Yet, the starting job next to captain and second-team All-Pro
Wilson played nearly no defense last fall in his second season and seems slotted as primarily a special teamer at this point.
Harmon saw rotational action as a rookie and drew high praise from Belichick for his communication skills and headiness. How the organization views the Rutgers product, as well as values veteran
If Belichick and Patriots director of player personnel Nick Caserio choose to target safety for the third straight season, there are certainly plenty of interesting prospects to pick from in one of the deepest drafts anyone can remember. According to NFLDraftScout.com somewhere in the range of two dozen safeties maintain draftable grades this spring, about half of those who are considered strong safeties.
With McCourty entrenched at free safety, and expected to earn a contract extension in the near future, New England’s focus at the position would likely be in search of more of a strong safety type. That was clearly the intention when the team signed veteran
Still, finding a physical, tone-setting safety who’s not necessarily a liability in coverage should remain a priority. Gregory has done an admirable job at times in his two seasons as a Patriot, but the former cornerback doesn’t really have the build or the style to be a true strong safety.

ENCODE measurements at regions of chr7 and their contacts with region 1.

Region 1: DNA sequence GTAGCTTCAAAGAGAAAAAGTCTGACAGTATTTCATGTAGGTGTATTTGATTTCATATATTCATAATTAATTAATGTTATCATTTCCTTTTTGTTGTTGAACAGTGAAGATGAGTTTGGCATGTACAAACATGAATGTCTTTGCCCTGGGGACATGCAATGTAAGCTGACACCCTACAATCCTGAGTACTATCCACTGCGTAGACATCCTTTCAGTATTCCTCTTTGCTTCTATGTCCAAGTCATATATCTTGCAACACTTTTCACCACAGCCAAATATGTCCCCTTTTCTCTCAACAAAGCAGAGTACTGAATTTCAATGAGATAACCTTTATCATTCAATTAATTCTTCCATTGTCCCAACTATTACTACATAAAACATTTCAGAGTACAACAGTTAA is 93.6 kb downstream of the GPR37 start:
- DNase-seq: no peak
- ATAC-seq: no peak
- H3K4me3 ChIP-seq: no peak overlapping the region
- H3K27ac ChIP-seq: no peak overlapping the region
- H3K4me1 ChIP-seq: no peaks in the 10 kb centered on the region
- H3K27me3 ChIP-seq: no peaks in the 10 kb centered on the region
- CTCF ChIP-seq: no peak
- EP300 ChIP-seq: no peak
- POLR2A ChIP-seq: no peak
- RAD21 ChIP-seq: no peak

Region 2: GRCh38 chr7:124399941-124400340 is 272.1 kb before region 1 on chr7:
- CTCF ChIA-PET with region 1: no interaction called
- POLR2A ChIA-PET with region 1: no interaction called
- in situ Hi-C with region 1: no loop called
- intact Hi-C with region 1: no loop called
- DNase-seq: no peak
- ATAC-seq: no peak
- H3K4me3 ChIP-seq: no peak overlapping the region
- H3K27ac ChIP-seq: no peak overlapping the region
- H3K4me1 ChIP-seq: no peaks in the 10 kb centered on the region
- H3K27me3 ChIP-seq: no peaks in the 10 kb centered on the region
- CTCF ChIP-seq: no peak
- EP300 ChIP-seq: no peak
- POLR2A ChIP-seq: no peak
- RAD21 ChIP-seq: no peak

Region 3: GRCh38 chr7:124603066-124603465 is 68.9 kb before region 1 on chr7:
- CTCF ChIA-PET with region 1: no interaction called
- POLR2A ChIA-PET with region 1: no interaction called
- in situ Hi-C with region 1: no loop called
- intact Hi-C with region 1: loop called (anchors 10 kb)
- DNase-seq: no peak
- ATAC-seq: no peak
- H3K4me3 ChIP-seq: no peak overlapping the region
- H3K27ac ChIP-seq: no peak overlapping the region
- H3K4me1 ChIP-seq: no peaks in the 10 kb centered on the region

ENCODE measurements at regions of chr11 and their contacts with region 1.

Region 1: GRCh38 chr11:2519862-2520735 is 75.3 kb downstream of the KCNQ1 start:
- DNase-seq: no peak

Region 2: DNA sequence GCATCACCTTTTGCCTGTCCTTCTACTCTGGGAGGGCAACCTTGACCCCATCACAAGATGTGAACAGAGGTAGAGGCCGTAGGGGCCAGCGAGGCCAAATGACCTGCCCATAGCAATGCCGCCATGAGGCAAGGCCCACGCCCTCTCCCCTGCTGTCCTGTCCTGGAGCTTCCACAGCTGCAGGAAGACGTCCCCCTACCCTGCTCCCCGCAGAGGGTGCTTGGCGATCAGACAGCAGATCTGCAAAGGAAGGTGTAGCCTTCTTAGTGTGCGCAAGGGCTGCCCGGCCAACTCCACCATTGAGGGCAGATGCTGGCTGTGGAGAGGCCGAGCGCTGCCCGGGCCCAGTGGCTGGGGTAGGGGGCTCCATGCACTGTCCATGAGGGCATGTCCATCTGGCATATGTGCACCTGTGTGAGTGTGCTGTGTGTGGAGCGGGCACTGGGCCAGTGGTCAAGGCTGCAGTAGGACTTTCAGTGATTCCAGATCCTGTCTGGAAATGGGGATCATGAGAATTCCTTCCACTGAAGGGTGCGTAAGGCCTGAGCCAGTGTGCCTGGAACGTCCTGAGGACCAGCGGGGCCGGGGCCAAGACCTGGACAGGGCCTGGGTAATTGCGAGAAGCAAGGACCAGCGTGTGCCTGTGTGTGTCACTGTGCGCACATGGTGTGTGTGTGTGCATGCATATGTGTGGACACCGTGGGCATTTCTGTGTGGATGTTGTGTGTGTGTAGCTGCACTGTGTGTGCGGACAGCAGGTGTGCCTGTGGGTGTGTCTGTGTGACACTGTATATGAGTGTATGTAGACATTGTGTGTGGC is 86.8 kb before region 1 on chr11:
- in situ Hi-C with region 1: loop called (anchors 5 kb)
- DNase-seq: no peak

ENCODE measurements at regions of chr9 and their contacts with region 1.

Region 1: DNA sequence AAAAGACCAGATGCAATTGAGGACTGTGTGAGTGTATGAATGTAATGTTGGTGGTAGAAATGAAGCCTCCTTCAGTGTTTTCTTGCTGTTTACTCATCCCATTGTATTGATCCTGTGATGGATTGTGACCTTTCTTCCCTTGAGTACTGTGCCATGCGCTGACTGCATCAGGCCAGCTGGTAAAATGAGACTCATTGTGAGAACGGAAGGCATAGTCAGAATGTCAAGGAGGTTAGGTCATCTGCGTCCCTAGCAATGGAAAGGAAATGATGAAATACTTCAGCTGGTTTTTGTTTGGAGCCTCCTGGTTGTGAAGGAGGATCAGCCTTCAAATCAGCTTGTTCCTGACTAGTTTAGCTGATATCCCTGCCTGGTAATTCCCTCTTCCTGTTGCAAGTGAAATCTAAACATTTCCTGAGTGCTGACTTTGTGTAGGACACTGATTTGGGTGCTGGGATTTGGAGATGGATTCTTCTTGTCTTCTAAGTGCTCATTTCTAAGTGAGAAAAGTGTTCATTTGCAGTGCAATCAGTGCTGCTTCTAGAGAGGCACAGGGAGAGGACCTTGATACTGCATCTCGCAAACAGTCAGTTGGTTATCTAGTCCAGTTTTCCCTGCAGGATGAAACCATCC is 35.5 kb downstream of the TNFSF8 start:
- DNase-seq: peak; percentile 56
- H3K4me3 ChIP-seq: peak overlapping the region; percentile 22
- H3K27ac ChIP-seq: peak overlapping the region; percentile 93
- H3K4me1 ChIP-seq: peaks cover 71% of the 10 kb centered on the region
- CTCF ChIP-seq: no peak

While there is certainly a blurry line between strong and free safeties in today’s NFL game, the expected top strong safety in this year’s class of prospects at the Scouting Combine this week is Washington State’s Deone Bucannon (6-1, 211).
Bucannon is projected to be a second- or third-round pick by NFLDraftScout.com, while other prospects who could go in the middle rounds include Northern Illinois’ Jimmie Ward (5-10, 191), Baylor’s Ahmad Dixon (5-11, 205) and LSU’s Craig Loston (6-0, 214).
Bucannon -- like many of the strong safeties or bigger safeties in the draft -- talked quite a bit about watching Seattle enforcer Kam Chancellor play and how that’s brought about the desire with many teams to have that type of player. Bucannon earned All-American honors with the Cougars with 78 solo tackles and six interceptions, giving him 15 picks for his career.
“We’re a dying breed,” Bucannon said of big safeties, “but players like Kam Chancellor are giving us a chance.”
He said that Chancellor, “plays the game with heart, passion and tenacity. That’s how I want to play.”
And given his 15 career interceptions, Bucannon wants people to understand he can be a force in coverage as well as in the box.
“A lot of people don’t see that,” he said of his picks. “I’m out here to prove I can be the player they want me to be.
“I don’t think there is anyone better than me.”
Much later in the draft in terms of that dying breed of true strong safeties is San Diego State’s Nat Berhe (5-10, 194), an undersized guy almost regardless of which position he played, but certainly as a strong safety. He led the Aztecs with 97 tackles last fall, but there simply aren’t a lot of safeties in the NFL playing at under 5-10, which is really what Berhe is.